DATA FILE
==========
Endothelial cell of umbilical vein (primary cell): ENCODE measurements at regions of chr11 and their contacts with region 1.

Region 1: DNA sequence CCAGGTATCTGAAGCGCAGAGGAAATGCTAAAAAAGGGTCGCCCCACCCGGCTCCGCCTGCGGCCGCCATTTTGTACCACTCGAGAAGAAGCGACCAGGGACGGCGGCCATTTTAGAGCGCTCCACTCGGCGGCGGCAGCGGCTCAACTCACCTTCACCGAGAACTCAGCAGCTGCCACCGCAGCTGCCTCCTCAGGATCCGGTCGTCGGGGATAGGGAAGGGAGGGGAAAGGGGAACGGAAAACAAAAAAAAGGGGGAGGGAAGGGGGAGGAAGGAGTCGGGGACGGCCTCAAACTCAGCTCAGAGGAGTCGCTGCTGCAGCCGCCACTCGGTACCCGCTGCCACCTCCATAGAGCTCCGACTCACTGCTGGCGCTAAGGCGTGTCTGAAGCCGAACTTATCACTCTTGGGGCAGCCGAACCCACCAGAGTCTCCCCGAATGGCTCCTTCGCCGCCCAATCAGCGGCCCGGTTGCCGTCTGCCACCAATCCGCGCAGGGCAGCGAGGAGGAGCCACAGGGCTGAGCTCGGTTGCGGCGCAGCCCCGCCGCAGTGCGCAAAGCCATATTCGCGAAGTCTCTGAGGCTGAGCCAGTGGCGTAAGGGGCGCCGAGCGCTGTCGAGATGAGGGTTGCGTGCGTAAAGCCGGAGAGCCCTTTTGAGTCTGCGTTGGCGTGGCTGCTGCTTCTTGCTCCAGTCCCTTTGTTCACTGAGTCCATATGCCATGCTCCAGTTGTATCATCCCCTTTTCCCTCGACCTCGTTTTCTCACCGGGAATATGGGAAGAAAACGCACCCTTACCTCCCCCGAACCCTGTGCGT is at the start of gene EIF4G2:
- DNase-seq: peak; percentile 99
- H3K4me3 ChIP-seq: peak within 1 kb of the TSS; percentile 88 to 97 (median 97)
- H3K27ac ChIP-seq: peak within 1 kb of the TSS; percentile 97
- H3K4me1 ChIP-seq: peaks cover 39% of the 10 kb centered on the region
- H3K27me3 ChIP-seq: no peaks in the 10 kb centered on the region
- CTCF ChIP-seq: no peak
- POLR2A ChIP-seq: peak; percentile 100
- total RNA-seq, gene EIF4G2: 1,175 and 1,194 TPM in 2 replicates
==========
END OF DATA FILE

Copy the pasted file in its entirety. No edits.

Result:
Endothelial cell of umbilical vein (primary cell): ENCODE measurements at regions of chr11 and their contacts with region 1.

Region 1: DNA sequence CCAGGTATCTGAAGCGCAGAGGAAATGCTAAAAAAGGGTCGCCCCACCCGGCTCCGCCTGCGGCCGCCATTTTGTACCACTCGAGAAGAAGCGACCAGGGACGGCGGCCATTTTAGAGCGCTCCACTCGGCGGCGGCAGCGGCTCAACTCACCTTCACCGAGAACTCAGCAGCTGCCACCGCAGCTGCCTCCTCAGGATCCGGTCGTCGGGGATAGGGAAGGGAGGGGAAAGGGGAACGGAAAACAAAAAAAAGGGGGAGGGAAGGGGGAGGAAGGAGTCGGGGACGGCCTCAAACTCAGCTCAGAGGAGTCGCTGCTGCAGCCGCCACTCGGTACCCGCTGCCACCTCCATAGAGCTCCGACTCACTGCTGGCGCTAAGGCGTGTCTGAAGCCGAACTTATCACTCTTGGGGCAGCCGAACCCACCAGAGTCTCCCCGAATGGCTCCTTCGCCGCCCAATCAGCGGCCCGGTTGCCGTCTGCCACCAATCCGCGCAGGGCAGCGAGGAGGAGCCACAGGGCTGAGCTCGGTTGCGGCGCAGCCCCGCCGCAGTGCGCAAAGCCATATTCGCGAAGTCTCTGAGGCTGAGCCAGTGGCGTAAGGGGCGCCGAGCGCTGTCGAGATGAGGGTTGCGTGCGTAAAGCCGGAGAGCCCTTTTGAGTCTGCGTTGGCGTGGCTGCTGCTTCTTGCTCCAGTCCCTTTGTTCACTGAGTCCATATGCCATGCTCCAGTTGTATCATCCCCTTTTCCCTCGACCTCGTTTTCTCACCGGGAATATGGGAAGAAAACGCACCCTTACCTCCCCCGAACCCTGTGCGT is at the start of gene EIF4G2:
- DNase-seq: peak; percentile 99
- H3K4me3 ChIP-seq: peak within 1 kb of the TSS; percentile 88 to 97 (median 97)
- H3K27ac ChIP-seq: peak within 1 kb of the TSS; percentile 97
- H3K4me1 ChIP-seq: peaks cover 39% of the 10 kb centered on the region
- H3K27me3 ChIP-seq: no peaks in the 10 kb centered on the region
- CTCF ChIP-seq: no peak
- POLR2A ChIP-seq: peak; percentile 100
- total RNA-seq, gene EIF4G2: 1,175 and 1,194 TPM in 2 replicates